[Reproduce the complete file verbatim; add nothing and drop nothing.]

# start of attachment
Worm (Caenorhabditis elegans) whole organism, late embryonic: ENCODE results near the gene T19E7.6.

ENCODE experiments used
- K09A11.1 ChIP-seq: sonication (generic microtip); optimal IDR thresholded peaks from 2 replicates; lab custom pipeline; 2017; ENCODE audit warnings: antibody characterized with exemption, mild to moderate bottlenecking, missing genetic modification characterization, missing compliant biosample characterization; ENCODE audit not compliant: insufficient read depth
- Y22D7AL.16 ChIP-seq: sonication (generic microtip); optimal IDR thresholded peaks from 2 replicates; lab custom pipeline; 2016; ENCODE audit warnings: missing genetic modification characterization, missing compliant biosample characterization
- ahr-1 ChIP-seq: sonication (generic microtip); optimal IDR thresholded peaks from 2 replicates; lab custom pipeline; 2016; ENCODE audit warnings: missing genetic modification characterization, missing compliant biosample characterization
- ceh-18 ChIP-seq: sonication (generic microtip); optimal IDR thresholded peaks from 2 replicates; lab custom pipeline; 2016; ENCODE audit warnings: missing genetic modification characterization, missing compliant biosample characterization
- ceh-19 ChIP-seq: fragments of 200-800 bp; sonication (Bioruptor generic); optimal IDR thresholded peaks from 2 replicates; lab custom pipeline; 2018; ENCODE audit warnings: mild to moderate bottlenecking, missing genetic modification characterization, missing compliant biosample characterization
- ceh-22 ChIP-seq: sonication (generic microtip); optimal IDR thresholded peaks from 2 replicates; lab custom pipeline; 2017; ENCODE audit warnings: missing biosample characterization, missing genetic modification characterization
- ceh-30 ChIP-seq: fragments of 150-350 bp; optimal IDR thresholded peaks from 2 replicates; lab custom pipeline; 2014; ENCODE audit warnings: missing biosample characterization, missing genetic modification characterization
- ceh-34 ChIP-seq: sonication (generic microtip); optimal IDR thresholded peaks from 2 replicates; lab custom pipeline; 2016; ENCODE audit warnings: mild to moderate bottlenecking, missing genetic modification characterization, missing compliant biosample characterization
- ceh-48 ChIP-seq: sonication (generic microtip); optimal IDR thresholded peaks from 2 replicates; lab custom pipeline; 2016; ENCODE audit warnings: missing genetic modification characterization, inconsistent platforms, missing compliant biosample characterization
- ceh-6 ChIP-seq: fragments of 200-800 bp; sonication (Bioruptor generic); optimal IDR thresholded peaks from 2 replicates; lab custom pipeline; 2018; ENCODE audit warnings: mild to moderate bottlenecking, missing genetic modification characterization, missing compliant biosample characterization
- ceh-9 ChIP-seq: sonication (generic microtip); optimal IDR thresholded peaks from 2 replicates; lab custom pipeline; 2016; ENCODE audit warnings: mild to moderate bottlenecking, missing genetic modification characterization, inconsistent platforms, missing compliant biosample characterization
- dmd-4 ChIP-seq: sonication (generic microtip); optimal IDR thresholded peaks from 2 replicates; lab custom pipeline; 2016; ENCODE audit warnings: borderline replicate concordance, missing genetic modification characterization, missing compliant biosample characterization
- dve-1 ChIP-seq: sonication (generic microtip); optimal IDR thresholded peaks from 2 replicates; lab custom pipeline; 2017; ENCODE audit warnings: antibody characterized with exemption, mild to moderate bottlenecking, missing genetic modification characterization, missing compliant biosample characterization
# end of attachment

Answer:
Worm (Caenorhabditis elegans) whole organism, late embryonic: ENCODE results near the gene T19E7.6.

ENCODE experiments used
- K09A11.1 ChIP-seq: sonication (generic microtip); optimal IDR thresholded peaks from 2 replicates; lab custom pipeline; 2017; ENCODE audit warnings: antibody characterized with exemption, mild to moderate bottlenecking, missing genetic modification characterization, missing compliant biosample characterization; ENCODE audit not compliant: insufficient read depth
- Y22D7AL.16 ChIP-seq: sonication (generic microtip); optimal IDR thresholded peaks from 2 replicates; lab custom pipeline; 2016; ENCODE audit warnings: missing genetic modification characterization, missing compliant biosample characterization
- ahr-1 ChIP-seq: sonication (generic microtip); optimal IDR thresholded peaks from 2 replicates; lab custom pipeline; 2016; ENCODE audit warnings: missing genetic modification characterization, missing compliant biosample characterization
- ceh-18 ChIP-seq: sonication (generic microtip); optimal IDR thresholded peaks from 2 replicates; lab custom pipeline; 2016; ENCODE audit warnings: missing genetic modification characterization, missing compliant biosample characterization
- ceh-19 ChIP-seq: fragments of 200-800 bp; sonication (Bioruptor generic); optimal IDR thresholded peaks from 2 replicates; lab custom pipeline; 2018; ENCODE audit warnings: mild to moderate bottlenecking, missing genetic modification characterization, missing compliant biosample characterization
- ceh-22 ChIP-seq: sonication (generic microtip); optimal IDR thresholded peaks from 2 replicates; lab custom pipeline; 2017; ENCODE audit warnings: missing biosample characterization, missing genetic modification characterization
- ceh-30 ChIP-seq: fragments of 150-350 bp; optimal IDR thresholded peaks from 2 replicates; lab custom pipeline; 2014; ENCODE audit warnings: missing biosample characterization, missing genetic modification characterization
- ceh-34 ChIP-seq: sonication (generic microtip); optimal IDR thresholded peaks from 2 replicates; lab custom pipeline; 2016; ENCODE audit warnings: mild to moderate bottlenecking, missing genetic modification characterization, missing compliant biosample characterization
- ceh-48 ChIP-seq: sonication (generic microtip); optimal IDR thresholded peaks from 2 replicates; lab custom pipeline; 2016; ENCODE audit warnings: missing genetic modification characterization, inconsistent platforms, missing compliant biosample characterization
- ceh-6 ChIP-seq: fragments of 200-800 bp; sonication (Bioruptor generic); optimal IDR thresholded peaks from 2 replicates; lab custom pipeline; 2018; ENCODE audit warnings: mild to moderate bottlenecking, missing genetic modification characterization, missing compliant biosample characterization
- ceh-9 ChIP-seq: sonication (generic microtip); optimal IDR thresholded peaks from 2 replicates; lab custom pipeline; 2016; ENCODE audit warnings: mild to moderate bottlenecking, missing genetic modification characterization, inconsistent platforms, missing compliant biosample characterization
- dmd-4 ChIP-seq: sonication (generic microtip); optimal IDR thresholded peaks from 2 replicates; lab custom pipeline; 2016; ENCODE audit warnings: borderline replicate concordance, missing genetic modification characterization, missing compliant biosample characterization
- dve-1 ChIP-seq: sonication (generic microtip); optimal IDR thresholded peaks from 2 replicates; lab custom pipeline; 2017; ENCODE audit warnings: antibody characterized with exemption, mild to moderate bottlenecking, missing genetic modification characterization, missing compliant biosample characterization